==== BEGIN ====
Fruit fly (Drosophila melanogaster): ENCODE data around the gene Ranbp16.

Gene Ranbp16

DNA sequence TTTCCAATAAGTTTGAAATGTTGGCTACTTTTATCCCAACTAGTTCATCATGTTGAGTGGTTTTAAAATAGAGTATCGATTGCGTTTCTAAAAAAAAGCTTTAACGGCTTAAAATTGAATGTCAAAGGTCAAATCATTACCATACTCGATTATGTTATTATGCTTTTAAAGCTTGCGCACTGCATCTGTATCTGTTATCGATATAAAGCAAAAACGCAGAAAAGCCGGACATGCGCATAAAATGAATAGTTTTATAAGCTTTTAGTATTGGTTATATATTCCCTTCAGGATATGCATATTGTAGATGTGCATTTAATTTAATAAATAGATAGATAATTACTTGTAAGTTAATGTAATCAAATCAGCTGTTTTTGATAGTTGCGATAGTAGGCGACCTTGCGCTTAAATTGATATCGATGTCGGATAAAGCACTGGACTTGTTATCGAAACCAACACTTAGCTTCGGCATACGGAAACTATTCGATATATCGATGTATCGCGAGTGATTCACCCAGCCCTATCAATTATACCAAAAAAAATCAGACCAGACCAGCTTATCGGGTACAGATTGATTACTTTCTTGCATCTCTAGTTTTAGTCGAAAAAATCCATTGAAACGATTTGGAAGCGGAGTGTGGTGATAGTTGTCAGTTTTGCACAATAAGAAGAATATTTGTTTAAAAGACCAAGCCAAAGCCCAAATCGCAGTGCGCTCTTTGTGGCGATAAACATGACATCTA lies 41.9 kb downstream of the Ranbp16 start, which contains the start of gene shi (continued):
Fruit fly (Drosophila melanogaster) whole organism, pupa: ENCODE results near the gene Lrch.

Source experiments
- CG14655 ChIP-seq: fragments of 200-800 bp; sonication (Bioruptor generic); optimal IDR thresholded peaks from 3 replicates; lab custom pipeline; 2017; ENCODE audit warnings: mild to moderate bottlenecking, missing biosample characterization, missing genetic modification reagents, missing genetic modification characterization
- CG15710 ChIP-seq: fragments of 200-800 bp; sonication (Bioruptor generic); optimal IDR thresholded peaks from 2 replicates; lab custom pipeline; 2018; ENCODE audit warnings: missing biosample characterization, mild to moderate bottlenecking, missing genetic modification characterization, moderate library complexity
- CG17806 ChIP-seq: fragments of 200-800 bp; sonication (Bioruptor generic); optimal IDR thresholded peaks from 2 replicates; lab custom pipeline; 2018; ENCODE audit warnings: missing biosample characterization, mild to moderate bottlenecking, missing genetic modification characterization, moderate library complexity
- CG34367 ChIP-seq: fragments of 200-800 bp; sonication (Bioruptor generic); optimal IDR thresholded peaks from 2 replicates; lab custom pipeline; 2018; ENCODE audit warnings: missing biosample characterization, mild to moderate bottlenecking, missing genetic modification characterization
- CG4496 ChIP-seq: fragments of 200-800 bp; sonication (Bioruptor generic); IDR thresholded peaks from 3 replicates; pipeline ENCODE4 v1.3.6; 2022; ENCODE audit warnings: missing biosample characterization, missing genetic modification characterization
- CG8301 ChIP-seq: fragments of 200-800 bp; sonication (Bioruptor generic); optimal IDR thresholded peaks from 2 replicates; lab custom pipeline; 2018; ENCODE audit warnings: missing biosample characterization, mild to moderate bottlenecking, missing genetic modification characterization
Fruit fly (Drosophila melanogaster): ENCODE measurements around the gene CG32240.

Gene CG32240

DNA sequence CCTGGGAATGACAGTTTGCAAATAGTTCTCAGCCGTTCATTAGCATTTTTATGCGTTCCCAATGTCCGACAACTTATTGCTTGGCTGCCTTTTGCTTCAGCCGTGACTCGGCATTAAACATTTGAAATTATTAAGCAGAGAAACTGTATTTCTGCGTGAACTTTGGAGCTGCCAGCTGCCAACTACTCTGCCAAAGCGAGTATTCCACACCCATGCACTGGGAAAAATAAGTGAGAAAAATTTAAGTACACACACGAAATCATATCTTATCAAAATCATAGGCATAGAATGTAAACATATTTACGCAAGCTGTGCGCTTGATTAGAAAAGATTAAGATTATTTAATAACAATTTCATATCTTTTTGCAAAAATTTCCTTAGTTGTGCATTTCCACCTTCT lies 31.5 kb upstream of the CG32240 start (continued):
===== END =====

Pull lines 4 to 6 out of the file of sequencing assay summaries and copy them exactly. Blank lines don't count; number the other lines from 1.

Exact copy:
Fruit fly (Drosophila melanogaster) whole organism, pupa: ENCODE results near the gene Lrch.

Source experiments
- CG14655 ChIP-seq: fragments of 200-800 bp; sonication (Bioruptor generic); optimal IDR thresholded peaks from 3 replicates; lab custom pipeline; 2017; ENCODE audit warnings: mild to moderate bottlenecking, missing biosample characterization, missing genetic modification reagents, missing genetic modification characterization